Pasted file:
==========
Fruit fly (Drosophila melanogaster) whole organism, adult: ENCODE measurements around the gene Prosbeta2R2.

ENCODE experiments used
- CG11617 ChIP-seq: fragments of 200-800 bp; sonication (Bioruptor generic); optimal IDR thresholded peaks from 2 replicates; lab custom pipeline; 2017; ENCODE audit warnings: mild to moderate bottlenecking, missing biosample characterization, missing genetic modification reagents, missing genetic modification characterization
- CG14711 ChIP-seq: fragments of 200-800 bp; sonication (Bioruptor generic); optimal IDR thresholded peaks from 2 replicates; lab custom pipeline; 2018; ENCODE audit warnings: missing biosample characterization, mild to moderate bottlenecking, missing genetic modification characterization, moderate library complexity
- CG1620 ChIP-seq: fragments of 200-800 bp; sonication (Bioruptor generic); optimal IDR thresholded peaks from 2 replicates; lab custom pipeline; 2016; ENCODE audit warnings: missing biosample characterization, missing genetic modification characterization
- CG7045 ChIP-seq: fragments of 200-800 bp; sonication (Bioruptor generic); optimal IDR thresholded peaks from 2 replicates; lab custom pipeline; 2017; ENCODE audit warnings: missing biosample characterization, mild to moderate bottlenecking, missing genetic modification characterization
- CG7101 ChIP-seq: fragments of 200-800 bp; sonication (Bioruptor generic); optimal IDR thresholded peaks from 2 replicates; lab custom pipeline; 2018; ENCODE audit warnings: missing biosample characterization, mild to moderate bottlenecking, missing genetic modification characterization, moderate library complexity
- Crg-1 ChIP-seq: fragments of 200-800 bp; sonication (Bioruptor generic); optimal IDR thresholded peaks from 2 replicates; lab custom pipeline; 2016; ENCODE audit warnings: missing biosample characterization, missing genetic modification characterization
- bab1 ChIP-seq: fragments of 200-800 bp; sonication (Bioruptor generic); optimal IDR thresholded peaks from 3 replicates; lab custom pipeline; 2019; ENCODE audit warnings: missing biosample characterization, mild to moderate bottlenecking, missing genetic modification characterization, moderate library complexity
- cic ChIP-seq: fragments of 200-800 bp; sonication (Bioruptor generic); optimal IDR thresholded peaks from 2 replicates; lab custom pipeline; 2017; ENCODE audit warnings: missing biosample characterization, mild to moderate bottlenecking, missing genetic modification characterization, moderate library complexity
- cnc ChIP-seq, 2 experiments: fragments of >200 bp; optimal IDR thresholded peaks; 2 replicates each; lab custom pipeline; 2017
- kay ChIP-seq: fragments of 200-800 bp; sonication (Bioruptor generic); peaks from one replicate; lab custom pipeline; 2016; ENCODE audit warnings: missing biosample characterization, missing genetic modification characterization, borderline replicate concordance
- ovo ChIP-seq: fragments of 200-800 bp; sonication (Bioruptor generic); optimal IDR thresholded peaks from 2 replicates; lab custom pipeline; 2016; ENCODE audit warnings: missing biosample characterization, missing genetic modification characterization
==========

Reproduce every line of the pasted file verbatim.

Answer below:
Fruit fly (Drosophila melanogaster) whole organism, adult: ENCODE measurements around the gene Prosbeta2R2.

ENCODE experiments used
- CG11617 ChIP-seq: fragments of 200-800 bp; sonication (Bioruptor generic); optimal IDR thresholded peaks from 2 replicates; lab custom pipeline; 2017; ENCODE audit warnings: mild to moderate bottlenecking, missing biosample characterization, missing genetic modification reagents, missing genetic modification characterization
- CG14711 ChIP-seq: fragments of 200-800 bp; sonication (Bioruptor generic); optimal IDR thresholded peaks from 2 replicates; lab custom pipeline; 2018; ENCODE audit warnings: missing biosample characterization, mild to moderate bottlenecking, missing genetic modification characterization, moderate library complexity
- CG1620 ChIP-seq: fragments of 200-800 bp; sonication (Bioruptor generic); optimal IDR thresholded peaks from 2 replicates; lab custom pipeline; 2016; ENCODE audit warnings: missing biosample characterization, missing genetic modification characterization
- CG7045 ChIP-seq: fragments of 200-800 bp; sonication (Bioruptor generic); optimal IDR thresholded peaks from 2 replicates; lab custom pipeline; 2017; ENCODE audit warnings: missing biosample characterization, mild to moderate bottlenecking, missing genetic modification characterization
- CG7101 ChIP-seq: fragments of 200-800 bp; sonication (Bioruptor generic); optimal IDR thresholded peaks from 2 replicates; lab custom pipeline; 2018; ENCODE audit warnings: missing biosample characterization, mild to moderate bottlenecking, missing genetic modification characterization, moderate library complexity
- Crg-1 ChIP-seq: fragments of 200-800 bp; sonication (Bioruptor generic); optimal IDR thresholded peaks from 2 replicates; lab custom pipeline; 2016; ENCODE audit warnings: missing biosample characterization, missing genetic modification characterization
- bab1 ChIP-seq: fragments of 200-800 bp; sonication (Bioruptor generic); optimal IDR thresholded peaks from 3 replicates; lab custom pipeline; 2019; ENCODE audit warnings: missing biosample characterization, mild to moderate bottlenecking, missing genetic modification characterization, moderate library complexity
- cic ChIP-seq: fragments of 200-800 bp; sonication (Bioruptor generic); optimal IDR thresholded peaks from 2 replicates; lab custom pipeline; 2017; ENCODE audit warnings: missing biosample characterization, mild to moderate bottlenecking, missing genetic modification characterization, moderate library complexity
- cnc ChIP-seq, 2 experiments: fragments of >200 bp; optimal IDR thresholded peaks; 2 replicates each; lab custom pipeline; 2017
- kay ChIP-seq: fragments of 200-800 bp; sonication (Bioruptor generic); peaks from one replicate; lab custom pipeline; 2016; ENCODE audit warnings: missing biosample characterization, missing genetic modification characterization, borderline replicate concordance
- ovo ChIP-seq: fragments of 200-800 bp; sonication (Bioruptor generic); optimal IDR thresholded peaks from 2 replicates; lab custom pipeline; 2016; ENCODE audit warnings: missing biosample characterization, missing genetic modification characterization